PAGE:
“There will be no warning. Dogs will not bark. Sparrows will not leave their trees. Nor will the calculations of those who claim to be able to predict earthquakes give us any clue as to what is about to happen.”
An extract borrowed from a Stephen King novel? Not quite. This is actually the gripping opening of an incisive article from 2017, entitled “Earthquake in a Vulnerable City,” written by Georgiana Ilie to commemorate the 40th anniversary of the tragic 1977 earthquake in Vrancea, Romania. In this piece, she depicts a fictional, post-earthquake scenario to remind us of the looming risk sitting right underneath my home city of Bucharest. Responsible for producing 24% of the country’s GDP in 2017, Romania’s capital is the 6th largest city in the European Union; it is also the most exposed European capital to seismic risks.
After reading this article, and seeing how it went viral, I decided to contact Georgiana to learn more about the vulnerability of this city.
Interestingly, our meeting on October 13, 2017 coincided with the International Day for Disaster Reduction. Our discussion took place against the backdrop of discussions between the World Bank and the government of Romania to kickstart a Disaster Risk Management (DRM) program as part of the emerging World Bank Country Partnership Framework for the country.
As support to DRM and climate resilience efforts grew, with support from the Global Facility for Disaster Reduction and Recovery (GFDRR), I welcomed the opportunity to collaborate with different volunteer groups focusing on these issues. As I encountered more and more initiatives – including some that were created as a result of Georgiana Ilie’s seminal article – my desire to to connect with people, hear their stories, and understand their missions grew stronger.
First, I met Matei Sumbasacu, an engineer and earthquake myth buster who founded ReRise – an organization dedicated to reducing disaster risk - who introduced me to his volunteer network. After meeting many self-organized citizens - who all cared deeply about Bucharest’s seismic vulnerability (and the people impacted), I reached out to Romania’s Department of Emergency Situations (DSU). In February 2018, I invited this diverse group of like-minded doers and thinkers to crowdsource scalable solutions – thus creating the Romania DRM Community.
This new community was driven by inspiring leadership and creative talent, including MkBT, which developed Alert project; the Bucharest Community Foundation, which launched “Bucharest Prepared”; and Civic Tech, that developed the “Fii pregatit” platform for the DSU. Other initiatives include Clubul Cainilor Utilitari, the Red Cross Romania, SMURD Foundation, Romanian Health Observatory, National Institute for Research and Development of Earth Physics, 4X4 Rescuers Volunteer Association, and ARCEN, which, together with ReRise, launched Antiseismic District, a community-oriented program with the aim of transforming one Bucharest’s most seismic vulnerable historical neighborhoods into a community informed and prepared for future earthquakes.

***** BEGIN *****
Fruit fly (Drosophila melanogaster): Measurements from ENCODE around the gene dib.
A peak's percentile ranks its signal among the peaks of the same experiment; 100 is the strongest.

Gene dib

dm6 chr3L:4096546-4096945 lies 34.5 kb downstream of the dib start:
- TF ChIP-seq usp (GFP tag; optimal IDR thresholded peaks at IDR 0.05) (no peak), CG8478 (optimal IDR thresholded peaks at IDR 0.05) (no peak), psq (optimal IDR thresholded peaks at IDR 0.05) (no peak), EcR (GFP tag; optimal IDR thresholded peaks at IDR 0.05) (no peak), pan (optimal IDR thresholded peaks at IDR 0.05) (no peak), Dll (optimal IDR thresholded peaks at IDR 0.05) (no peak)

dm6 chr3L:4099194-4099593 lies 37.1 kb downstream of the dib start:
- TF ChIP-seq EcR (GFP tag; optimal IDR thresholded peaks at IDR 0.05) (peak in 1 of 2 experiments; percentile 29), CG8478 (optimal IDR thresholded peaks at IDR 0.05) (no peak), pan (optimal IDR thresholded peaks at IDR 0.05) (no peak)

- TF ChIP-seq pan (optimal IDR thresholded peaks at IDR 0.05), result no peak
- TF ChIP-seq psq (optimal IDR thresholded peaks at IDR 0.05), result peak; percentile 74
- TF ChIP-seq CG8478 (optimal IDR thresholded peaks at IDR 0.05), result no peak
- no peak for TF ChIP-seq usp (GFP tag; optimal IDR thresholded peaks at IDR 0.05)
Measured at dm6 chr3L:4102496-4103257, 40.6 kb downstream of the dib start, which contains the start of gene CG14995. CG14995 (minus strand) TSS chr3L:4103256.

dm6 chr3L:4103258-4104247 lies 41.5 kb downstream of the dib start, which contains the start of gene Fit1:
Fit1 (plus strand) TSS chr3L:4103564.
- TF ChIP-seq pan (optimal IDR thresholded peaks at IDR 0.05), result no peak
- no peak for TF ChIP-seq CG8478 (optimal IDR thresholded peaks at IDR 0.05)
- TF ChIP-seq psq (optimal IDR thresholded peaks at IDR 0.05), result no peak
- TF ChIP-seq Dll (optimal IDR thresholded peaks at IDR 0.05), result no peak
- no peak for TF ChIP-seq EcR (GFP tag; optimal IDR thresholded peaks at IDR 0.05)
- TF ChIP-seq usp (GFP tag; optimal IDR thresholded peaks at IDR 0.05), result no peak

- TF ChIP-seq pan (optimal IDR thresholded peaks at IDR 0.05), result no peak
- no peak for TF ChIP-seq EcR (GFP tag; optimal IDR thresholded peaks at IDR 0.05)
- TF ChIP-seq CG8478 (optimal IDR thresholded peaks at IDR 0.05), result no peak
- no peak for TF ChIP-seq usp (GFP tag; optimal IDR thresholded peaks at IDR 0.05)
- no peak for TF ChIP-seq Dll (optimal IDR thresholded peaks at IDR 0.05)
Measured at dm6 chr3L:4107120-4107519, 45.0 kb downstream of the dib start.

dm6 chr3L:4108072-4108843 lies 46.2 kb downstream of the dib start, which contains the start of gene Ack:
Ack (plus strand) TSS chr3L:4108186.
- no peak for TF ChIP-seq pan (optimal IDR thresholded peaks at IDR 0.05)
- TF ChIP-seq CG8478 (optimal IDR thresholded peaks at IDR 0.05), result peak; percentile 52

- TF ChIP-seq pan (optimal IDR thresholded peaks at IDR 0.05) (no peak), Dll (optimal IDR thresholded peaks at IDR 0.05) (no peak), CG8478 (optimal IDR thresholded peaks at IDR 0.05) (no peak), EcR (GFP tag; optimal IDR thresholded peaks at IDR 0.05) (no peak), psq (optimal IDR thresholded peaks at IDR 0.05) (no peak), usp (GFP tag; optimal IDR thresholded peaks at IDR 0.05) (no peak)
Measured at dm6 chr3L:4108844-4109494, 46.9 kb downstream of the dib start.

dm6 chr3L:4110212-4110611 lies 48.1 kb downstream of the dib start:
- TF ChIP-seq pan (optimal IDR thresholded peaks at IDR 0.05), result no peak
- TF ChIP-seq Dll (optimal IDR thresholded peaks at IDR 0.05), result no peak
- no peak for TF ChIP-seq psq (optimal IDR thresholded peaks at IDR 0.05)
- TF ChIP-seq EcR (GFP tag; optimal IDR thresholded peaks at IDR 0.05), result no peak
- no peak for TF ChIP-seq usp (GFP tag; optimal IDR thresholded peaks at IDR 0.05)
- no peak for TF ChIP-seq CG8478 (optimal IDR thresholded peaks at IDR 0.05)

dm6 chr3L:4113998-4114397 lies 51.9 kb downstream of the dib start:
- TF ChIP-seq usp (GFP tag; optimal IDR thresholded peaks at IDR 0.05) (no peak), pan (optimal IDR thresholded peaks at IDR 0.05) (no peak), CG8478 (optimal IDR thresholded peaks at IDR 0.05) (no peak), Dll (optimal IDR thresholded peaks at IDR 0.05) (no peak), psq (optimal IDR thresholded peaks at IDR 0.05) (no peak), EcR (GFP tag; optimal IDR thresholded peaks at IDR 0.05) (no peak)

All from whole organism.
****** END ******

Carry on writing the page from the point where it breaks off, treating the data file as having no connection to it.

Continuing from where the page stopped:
Anticipating disasters is a collective responsibility. What is truly admirable about members of this growing community is that they do not wait for a disaster to strike to lead bottom-up resilience actions. Community members are also keen to learn from other leading organizations. For example, Olivia Vereha from Code for Romania, has imported best practices from Mexico in terms of tech solutions to develop an ecosystem of open-source apps to boost awareness and crowdsource preparedness and relief efforts at a national level.
I look forward to sharing a snapshot of these initiatives at the Understanding Risk Europe conference, taking place in Bucharest on November 27-29, 2019. A dedicated Community Engagement session will highlight a variety of different initiatives and tools for community-led preparedness, including ones by Daniel Homsey, from Neighborhood Empowerment Network (NEN), and Alina Kasprovschi, from Bucharest Community Foundation. Participants will also be able to test the DSU’s Resource and Volunteer Management app, developed by Code for Romania, along with other disaster-related apps showcased at the Technology Corner.
Two years since its inception, the Romania DRM Community continues to form partnerships and friendships that can strengthen Romania’s future. This community has even informed the design of risk reduction investments financed by the World Bank and maximized synergies through new partnerships with the DSU.
Going forward, I hope that the Romania DRM Community will continue to thrive, starting with an action plan at the local level. I also anticipate a deeper engagement with local authorities. I believe that Understanding Risk Europe provides the necessary platform for sharing knowledge, exploring new ideas, and identifying creative partnerships. With Georgiana Ilie’s words in mind, together, we can help transform Bucharest from a vulnerable city to a community of resilience – proving that where there is will there is a possibility to move from shaking ground to a more secure environment by shaking hands and joining governmental and non-governmental efforts to prepare and protect in the face of the next natural disaster.